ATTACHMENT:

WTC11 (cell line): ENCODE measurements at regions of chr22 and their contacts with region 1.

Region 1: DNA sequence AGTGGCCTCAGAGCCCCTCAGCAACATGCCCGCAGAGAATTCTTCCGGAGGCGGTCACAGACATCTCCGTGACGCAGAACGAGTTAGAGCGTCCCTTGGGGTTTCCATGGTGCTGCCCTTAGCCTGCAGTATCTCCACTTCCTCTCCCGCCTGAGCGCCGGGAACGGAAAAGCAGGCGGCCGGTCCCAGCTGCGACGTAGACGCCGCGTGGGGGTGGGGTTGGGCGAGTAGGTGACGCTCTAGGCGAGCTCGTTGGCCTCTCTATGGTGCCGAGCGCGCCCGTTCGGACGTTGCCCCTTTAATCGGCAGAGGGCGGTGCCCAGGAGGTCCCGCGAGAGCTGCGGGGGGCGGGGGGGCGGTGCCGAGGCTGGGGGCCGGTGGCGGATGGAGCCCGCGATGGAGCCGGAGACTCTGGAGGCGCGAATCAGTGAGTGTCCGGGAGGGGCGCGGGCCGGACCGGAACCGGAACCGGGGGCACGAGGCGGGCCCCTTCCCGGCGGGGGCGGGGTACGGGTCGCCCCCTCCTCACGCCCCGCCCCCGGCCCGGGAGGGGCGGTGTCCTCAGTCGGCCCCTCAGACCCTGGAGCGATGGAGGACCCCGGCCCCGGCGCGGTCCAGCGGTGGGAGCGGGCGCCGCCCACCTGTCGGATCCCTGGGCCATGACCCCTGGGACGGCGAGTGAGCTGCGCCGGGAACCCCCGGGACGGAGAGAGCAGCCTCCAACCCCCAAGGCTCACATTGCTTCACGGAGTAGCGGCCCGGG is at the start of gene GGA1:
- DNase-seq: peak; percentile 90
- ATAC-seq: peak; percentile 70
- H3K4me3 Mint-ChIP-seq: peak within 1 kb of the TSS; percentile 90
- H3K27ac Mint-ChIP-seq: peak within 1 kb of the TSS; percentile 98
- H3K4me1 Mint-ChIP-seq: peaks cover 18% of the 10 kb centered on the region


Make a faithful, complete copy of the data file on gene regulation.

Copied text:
WTC11 (cell line): ENCODE measurements at regions of chr22 and their contacts with region 1.

Region 1: DNA sequence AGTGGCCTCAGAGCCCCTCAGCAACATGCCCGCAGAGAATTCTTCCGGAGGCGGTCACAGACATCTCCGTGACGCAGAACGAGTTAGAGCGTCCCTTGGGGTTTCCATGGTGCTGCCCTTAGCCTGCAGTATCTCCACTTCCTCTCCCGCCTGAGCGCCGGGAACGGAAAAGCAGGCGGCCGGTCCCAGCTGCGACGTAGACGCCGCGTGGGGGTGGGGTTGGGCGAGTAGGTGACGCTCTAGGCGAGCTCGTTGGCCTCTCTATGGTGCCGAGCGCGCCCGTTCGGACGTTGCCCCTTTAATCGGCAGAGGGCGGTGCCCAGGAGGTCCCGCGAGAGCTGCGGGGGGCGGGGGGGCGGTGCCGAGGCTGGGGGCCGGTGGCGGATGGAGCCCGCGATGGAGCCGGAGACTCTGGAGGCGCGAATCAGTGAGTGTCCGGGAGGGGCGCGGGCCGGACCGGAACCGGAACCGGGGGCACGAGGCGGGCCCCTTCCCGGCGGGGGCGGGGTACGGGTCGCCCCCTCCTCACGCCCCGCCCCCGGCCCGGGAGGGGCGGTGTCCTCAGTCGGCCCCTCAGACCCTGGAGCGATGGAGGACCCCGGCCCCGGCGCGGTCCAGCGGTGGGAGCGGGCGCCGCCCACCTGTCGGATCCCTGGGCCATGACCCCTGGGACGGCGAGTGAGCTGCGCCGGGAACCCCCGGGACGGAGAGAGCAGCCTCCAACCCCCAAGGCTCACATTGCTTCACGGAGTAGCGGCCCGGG is at the start of gene GGA1:
- DNase-seq: peak; percentile 90
- ATAC-seq: peak; percentile 70
- H3K4me3 Mint-ChIP-seq: peak within 1 kb of the TSS; percentile 90
- H3K27ac Mint-ChIP-seq: peak within 1 kb of the TSS; percentile 98
- H3K4me1 Mint-ChIP-seq: peaks cover 18% of the 10 kb centered on the region